Is food anarchy the answer?
L.A. Times columnist calls for government to retreat from its attacks on our food choices.
I received an interesting email yesterday morning from Julie Gunlock, director of the Women for Food Freedom Project at the Independent Women’s Forum. She was promoting an opinion piece she had written for the Los Angeles Times. Although she asked for nothing, I suppose she was looking for a secondary outlet for her message.
The article was titled, “Keep the State off My Plate.” The writer is yet another activist weighing in on government involvement into what—and how much—Americans eat and drink.
Gunlock makes a few good points, but her overall message is one that I imagine wouldn’t sit well with most Americans if they really think about it. She’s basically advocating a kind of food anarchy.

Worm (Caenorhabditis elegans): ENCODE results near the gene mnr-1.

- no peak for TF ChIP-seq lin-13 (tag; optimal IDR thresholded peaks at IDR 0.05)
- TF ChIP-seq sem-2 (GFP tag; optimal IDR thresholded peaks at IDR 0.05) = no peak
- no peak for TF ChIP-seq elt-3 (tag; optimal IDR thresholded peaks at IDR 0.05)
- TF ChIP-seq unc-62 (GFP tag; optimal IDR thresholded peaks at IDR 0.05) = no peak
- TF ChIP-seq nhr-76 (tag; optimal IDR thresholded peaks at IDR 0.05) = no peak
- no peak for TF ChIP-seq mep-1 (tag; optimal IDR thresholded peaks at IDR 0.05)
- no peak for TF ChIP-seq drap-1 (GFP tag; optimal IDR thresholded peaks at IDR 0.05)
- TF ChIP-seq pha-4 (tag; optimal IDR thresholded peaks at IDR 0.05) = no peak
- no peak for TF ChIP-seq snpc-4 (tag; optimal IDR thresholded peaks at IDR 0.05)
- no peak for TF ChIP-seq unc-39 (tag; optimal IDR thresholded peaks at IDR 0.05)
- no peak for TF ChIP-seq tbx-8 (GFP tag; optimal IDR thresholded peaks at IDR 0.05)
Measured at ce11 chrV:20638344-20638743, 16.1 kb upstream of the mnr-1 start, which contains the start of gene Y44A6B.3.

“Americans must ask themselves: Do we really want government bureaucrats in charge of how much soda we can drink and what amount of salt can go into a can of soup?” Gunlock concludes in her article. “Is this really fitting for a country of free citizens with a limited government?”
I think the answer is, yes and no. I’ve argued previously that attempted government controls are often poorly conceived and ill-fated, such as New York Mayor Bloomberg’s ban on the sale of fountain sodas of more than 16 ounces.
But government does provide some protections for Americans, not only from themselves but from unscrupulous practices on the part of Big Business. Does Gunlock actually want food manufacturers to have the unchecked ability to put whatever they want into the food we eat? Laying aside questions about government excesses or questionable practices, without government agencies such as FDA and USDA who would have the power to protect the health and safety of citizens from unregulated food manufacturers?